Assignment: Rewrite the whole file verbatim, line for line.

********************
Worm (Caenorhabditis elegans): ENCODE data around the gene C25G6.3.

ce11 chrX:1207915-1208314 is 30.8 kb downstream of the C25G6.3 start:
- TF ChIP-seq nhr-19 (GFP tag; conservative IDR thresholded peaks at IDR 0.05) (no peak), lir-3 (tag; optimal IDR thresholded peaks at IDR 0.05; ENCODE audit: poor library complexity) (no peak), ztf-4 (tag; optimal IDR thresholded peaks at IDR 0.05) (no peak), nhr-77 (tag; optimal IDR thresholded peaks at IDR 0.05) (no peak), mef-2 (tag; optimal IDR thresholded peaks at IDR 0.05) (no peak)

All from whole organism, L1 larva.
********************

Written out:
Worm (Caenorhabditis elegans): ENCODE data around the gene C25G6.3.

ce11 chrX:1207915-1208314 is 30.8 kb downstream of the C25G6.3 start:
- TF ChIP-seq nhr-19 (GFP tag; conservative IDR thresholded peaks at IDR 0.05) (no peak), lir-3 (tag; optimal IDR thresholded peaks at IDR 0.05; ENCODE audit: poor library complexity) (no peak), ztf-4 (tag; optimal IDR thresholded peaks at IDR 0.05) (no peak), nhr-77 (tag; optimal IDR thresholded peaks at IDR 0.05) (no peak), mef-2 (tag; optimal IDR thresholded peaks at IDR 0.05) (no peak)

All from whole organism, L1 larva.